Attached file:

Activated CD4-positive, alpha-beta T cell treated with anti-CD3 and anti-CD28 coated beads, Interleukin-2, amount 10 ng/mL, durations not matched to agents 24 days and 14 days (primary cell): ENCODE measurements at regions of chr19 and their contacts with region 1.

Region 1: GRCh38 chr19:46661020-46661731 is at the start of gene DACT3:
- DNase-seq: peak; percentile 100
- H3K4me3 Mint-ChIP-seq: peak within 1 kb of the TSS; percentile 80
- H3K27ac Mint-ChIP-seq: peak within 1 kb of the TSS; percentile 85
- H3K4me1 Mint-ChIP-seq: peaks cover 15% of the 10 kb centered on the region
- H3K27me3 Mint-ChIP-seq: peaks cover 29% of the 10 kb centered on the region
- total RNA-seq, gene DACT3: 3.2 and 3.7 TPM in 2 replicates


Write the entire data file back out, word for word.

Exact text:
Activated CD4-positive, alpha-beta T cell treated with anti-CD3 and anti-CD28 coated beads, Interleukin-2, amount 10 ng/mL, durations not matched to agents 24 days and 14 days (primary cell): ENCODE measurements at regions of chr19 and their contacts with region 1.

Region 1: GRCh38 chr19:46661020-46661731 is at the start of gene DACT3:
- DNase-seq: peak; percentile 100
- H3K4me3 Mint-ChIP-seq: peak within 1 kb of the TSS; percentile 80
- H3K27ac Mint-ChIP-seq: peak within 1 kb of the TSS; percentile 85
- H3K4me1 Mint-ChIP-seq: peaks cover 15% of the 10 kb centered on the region
- H3K27me3 Mint-ChIP-seq: peaks cover 29% of the 10 kb centered on the region
- total RNA-seq, gene DACT3: 3.2 and 3.7 TPM in 2 replicates